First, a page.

Saturday, November 18, 2017 by Frances Bloomfield
Disperse Yellow 3 is a monoazo dye used to add color to a wide variety of fabrics. This yellow to yellow-brown powder has been used to dye textiles, plastics, furs, sheepskins, and tint nylon, polymethyl methacrylate, and cellulose acetate. In addition to this, Disperse Yellow 3 is sometimes used in a number of semi-permanent hair dyes.
This compound has been banned by the European Union (EU) for garment dyeing because of its potential to cause skin sensitization. Numerous studies conducted on lab rats have found that Disperse Yellow 3 has skin sensitizing and allergenic properties, and may be easily absorbed through the skin because of its small molecular size and high-fat solubility. Moreover, this chemical has been reported as causing allergic contact dermatitis among textile workers.
Disperse Yellow 3 is a suspected carcinogen based on its carcinogenicity to experimental animals. Currently, there is no information on its possible impact on humans, but the World Health Organization (WHO) has deemed this compound a suspected carcinogen regardless based on studies where lab rats developed benign and malignant liver tumors, benign and malignant lung tumors, and stomach tumors.
Disperse Yellow 3 can negatively impact the skin, due to its sensitizing effect and its potential to cause allergic contact dermatitis. Additionally, Disperse Yellow 3 may cause mild irritation to the eyes, respiratory, and digestive systems if eye contact, inhalation, or ingestion occurs.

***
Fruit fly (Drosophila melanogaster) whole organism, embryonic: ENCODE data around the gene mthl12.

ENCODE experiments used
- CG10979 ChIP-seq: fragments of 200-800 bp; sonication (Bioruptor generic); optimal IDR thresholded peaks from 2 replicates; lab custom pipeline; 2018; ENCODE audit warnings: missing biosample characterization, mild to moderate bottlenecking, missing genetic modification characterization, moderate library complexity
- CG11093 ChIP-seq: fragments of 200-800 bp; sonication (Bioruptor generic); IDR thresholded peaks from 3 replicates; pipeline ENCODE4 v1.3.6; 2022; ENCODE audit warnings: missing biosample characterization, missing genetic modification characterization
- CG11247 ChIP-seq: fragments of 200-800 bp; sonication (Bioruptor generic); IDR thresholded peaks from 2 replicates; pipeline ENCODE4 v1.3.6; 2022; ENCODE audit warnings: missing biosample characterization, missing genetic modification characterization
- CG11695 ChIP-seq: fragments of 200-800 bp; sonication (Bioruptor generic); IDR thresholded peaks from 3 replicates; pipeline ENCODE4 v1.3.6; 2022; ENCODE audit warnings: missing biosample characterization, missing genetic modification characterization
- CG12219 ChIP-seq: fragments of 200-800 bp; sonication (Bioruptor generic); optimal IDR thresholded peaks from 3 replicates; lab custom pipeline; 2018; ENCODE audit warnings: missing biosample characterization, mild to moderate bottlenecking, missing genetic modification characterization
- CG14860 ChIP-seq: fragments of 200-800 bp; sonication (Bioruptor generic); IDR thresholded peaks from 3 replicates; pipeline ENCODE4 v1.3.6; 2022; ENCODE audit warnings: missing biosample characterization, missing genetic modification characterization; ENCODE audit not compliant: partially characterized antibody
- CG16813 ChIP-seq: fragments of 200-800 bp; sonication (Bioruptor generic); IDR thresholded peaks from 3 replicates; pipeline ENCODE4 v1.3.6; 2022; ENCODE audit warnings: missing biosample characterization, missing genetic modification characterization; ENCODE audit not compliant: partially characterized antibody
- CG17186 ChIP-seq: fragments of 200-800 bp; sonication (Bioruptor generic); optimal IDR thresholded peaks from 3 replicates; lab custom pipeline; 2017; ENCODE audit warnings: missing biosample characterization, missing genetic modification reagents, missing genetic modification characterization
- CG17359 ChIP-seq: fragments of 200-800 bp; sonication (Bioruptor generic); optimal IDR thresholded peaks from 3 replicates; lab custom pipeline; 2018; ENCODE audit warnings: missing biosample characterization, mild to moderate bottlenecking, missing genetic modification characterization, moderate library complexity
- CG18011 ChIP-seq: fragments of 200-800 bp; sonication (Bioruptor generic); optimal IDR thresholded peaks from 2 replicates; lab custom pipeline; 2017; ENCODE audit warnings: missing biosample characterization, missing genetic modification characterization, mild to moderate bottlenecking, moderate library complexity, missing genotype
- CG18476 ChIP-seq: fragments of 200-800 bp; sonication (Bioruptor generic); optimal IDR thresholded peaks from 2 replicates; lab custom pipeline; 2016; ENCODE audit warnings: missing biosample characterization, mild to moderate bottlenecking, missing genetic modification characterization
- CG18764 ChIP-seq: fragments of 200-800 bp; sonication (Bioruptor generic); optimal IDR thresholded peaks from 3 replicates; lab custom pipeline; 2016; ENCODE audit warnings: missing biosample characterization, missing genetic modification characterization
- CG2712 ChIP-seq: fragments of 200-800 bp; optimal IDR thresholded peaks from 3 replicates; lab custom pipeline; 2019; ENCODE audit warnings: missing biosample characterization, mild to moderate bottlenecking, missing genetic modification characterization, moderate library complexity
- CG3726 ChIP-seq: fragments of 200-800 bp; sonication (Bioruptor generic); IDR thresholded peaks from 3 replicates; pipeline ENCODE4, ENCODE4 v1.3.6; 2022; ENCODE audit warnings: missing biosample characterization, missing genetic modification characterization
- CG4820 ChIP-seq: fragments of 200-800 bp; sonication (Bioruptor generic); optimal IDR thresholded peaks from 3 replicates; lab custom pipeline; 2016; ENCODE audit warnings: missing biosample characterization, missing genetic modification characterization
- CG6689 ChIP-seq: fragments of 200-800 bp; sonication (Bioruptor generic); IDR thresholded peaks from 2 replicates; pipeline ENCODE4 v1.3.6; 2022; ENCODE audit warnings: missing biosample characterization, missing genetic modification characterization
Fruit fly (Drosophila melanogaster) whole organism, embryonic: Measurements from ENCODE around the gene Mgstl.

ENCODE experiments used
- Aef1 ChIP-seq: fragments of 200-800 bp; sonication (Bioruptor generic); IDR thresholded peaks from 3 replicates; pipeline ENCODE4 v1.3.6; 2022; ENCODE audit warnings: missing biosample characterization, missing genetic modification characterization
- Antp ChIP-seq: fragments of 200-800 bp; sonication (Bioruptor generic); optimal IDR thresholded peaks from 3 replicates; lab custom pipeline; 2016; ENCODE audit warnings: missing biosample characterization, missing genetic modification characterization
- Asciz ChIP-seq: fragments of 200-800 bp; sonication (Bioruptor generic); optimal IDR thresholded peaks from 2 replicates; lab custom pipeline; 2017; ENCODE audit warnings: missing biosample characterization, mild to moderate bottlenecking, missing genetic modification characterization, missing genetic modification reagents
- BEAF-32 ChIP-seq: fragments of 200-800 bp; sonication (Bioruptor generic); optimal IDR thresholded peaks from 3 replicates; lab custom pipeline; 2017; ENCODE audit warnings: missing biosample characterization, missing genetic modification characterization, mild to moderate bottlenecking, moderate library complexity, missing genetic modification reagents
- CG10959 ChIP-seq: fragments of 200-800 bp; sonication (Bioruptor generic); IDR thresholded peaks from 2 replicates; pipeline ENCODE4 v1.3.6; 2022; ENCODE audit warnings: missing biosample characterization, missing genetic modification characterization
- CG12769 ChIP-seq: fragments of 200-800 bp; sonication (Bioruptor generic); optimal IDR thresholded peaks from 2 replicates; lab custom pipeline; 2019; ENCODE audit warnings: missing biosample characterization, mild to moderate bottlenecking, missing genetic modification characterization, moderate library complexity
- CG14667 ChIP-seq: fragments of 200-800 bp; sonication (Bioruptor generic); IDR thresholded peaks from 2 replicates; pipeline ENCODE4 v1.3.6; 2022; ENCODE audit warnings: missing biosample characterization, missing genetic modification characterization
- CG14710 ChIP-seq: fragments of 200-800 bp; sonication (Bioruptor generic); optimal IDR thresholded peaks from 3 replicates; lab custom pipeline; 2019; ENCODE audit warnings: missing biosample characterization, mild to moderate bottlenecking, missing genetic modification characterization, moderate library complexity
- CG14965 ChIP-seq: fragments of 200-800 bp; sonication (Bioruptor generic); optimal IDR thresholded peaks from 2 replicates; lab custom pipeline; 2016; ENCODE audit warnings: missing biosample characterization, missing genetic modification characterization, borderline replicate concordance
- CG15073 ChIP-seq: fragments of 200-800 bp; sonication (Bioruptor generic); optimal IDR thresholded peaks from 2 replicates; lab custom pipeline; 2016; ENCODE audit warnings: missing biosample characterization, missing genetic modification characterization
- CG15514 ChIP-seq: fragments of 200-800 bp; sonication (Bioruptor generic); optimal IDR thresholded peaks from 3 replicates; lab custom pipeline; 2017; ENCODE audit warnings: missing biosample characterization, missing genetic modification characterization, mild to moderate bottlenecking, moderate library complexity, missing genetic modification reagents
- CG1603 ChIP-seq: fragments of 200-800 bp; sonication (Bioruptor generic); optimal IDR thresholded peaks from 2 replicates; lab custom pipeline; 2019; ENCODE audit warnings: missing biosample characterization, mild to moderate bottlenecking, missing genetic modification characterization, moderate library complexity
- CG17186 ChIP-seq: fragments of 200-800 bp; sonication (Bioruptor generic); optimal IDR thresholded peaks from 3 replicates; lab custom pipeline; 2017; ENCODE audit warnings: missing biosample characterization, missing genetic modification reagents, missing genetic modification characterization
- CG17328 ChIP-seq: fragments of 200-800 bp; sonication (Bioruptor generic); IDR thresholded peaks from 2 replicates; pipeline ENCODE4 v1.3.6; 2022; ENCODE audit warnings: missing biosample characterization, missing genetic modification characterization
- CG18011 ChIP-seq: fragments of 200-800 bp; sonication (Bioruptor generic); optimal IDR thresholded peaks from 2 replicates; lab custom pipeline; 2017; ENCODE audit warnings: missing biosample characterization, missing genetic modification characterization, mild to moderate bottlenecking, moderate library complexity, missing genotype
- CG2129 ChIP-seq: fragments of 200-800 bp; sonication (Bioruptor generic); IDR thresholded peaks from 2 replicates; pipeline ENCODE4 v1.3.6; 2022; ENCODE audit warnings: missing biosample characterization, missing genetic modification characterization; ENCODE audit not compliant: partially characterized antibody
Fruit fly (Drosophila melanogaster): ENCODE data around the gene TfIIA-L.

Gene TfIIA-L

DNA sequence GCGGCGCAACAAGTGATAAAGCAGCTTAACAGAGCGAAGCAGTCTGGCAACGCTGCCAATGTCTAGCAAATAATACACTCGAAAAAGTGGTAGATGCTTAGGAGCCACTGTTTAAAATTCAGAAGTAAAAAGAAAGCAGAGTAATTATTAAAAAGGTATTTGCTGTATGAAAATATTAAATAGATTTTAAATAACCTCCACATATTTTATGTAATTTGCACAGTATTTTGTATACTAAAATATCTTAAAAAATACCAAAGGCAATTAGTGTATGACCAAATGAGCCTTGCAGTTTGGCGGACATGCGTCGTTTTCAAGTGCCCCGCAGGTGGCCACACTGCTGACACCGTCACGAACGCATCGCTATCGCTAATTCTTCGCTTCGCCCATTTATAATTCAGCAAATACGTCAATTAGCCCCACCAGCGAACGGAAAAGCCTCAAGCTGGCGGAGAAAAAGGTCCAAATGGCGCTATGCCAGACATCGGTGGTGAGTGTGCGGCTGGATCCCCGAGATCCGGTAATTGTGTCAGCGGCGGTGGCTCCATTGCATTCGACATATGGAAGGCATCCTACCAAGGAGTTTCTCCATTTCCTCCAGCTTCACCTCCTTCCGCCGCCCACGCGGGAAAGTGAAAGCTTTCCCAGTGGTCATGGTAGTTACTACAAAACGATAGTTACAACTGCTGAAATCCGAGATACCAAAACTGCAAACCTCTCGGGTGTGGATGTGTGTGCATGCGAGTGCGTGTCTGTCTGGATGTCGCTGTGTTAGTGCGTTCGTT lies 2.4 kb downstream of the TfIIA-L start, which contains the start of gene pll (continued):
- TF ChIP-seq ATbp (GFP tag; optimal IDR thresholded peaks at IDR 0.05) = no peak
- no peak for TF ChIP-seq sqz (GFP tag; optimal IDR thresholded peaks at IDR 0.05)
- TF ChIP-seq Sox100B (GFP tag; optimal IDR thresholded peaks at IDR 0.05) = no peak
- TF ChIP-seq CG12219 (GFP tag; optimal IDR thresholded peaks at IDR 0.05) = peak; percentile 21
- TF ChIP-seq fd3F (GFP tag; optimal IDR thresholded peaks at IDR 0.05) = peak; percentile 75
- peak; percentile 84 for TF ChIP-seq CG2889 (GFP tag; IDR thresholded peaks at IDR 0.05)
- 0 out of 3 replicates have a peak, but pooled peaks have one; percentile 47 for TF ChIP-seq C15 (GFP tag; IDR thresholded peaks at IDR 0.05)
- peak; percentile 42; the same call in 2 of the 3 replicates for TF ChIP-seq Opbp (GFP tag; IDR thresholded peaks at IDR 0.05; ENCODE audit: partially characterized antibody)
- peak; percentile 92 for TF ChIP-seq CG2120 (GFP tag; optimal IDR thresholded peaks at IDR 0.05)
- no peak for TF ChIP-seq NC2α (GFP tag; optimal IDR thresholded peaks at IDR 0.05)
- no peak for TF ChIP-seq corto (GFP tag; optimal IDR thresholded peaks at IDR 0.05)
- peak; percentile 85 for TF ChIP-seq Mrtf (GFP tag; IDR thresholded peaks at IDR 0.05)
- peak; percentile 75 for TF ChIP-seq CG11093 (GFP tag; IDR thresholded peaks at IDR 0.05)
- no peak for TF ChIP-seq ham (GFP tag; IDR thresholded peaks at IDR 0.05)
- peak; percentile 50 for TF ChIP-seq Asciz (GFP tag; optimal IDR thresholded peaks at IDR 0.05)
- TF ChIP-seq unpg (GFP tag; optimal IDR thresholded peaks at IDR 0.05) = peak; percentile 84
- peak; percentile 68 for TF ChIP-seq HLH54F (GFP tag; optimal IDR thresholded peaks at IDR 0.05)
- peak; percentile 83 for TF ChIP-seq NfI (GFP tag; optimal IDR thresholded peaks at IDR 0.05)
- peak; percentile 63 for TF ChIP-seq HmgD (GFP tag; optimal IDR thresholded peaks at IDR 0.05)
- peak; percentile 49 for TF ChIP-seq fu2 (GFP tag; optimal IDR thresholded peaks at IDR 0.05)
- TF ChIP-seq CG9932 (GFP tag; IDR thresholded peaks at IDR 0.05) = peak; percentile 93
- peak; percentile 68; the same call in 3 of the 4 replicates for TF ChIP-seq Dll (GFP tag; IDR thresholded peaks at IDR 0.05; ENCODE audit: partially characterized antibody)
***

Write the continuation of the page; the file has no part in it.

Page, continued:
Though it’s only been known to increase the frequency of liver, lung, and stomach tumors in lab rats, Disperse Yellow 3 should still be approached with caution.
Though present in textiles, plastics, and many other materials, Disperse Yellow 3 is no longer considered hazardous. The dye form, however, certainly is. Beauticians, dye workers, and photographic film developers all risk exposure to Disperse Yellow 3 in their lines of work.
Moreover, Disperse Yellow 3 is sold under a variety of names, a list of which can be found on WorldDyeVariety.com for easy reference.
There are many steps that can be taken to minimize exposure to Disperse Yellow 3. As per ChemoTechnique.se, these include:
People with sensitive skin or existing contact allergies are the ones who should keep these in mind the most.
Disperse Yellow 3 is a dye that is a skin sensitizer, and an a possible allergen for contact dermatitis.
Due to the results of several animal studies, Disperse Yellow 3 is a suspected carcinogen, though this quality has not yet been observed in humans.
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